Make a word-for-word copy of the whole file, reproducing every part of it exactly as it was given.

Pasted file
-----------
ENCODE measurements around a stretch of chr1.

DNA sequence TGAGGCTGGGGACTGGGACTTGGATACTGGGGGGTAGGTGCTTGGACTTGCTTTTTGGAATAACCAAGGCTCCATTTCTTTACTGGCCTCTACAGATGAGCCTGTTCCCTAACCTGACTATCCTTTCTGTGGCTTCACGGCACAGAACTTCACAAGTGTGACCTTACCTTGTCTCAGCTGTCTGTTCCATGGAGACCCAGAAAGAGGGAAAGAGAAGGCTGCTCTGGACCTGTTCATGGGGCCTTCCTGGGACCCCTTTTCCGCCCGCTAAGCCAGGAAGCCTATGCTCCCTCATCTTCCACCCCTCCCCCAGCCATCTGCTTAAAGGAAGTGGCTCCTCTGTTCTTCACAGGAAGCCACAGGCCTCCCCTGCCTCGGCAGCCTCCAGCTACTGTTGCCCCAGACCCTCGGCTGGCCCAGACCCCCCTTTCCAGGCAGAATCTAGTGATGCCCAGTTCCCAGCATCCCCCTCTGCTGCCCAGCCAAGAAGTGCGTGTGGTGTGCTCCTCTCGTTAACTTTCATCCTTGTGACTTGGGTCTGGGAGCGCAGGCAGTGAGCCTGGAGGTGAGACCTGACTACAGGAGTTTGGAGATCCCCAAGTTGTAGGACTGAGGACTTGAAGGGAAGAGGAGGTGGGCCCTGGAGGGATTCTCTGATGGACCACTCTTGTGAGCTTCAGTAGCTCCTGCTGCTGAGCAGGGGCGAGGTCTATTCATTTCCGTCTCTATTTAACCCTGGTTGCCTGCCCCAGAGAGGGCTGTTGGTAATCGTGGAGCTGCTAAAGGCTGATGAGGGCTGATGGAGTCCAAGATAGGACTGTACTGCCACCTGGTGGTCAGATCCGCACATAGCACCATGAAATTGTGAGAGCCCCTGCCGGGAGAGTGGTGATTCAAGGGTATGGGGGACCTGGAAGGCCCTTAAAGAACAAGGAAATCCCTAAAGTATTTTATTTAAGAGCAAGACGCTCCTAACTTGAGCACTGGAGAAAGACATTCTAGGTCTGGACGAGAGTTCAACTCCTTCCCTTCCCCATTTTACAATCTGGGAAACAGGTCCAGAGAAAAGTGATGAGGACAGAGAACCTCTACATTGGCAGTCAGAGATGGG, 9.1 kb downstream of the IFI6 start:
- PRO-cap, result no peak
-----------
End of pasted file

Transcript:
ENCODE measurements around a stretch of chr1.

DNA sequence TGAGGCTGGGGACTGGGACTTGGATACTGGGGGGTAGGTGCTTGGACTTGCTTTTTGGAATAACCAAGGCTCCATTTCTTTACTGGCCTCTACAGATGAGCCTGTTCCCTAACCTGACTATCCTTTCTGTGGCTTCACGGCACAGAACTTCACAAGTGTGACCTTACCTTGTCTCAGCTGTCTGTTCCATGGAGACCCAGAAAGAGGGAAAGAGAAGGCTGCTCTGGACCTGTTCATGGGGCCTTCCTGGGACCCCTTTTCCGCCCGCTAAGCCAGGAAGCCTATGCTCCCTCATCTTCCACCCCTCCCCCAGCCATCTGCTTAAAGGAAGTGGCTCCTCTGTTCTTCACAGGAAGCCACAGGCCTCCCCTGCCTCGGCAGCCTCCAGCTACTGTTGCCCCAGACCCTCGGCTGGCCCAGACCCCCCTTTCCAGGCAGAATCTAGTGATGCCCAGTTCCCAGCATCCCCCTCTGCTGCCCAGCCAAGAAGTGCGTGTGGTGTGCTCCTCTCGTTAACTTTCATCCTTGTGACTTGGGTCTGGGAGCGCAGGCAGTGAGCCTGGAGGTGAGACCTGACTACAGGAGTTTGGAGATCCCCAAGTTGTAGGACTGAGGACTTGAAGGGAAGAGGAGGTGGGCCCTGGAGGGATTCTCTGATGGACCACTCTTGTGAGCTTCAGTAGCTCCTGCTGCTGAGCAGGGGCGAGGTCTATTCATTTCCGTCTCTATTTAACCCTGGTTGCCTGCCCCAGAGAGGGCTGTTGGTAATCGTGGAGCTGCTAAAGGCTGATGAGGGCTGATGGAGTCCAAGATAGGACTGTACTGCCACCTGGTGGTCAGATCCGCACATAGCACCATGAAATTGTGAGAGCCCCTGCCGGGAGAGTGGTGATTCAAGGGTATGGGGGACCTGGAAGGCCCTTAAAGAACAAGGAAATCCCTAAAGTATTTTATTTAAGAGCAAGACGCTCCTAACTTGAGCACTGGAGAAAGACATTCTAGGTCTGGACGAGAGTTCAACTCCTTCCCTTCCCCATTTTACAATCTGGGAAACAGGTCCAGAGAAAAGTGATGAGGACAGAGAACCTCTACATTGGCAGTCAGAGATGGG, 9.1 kb downstream of the IFI6 start:
- PRO-cap, result no peak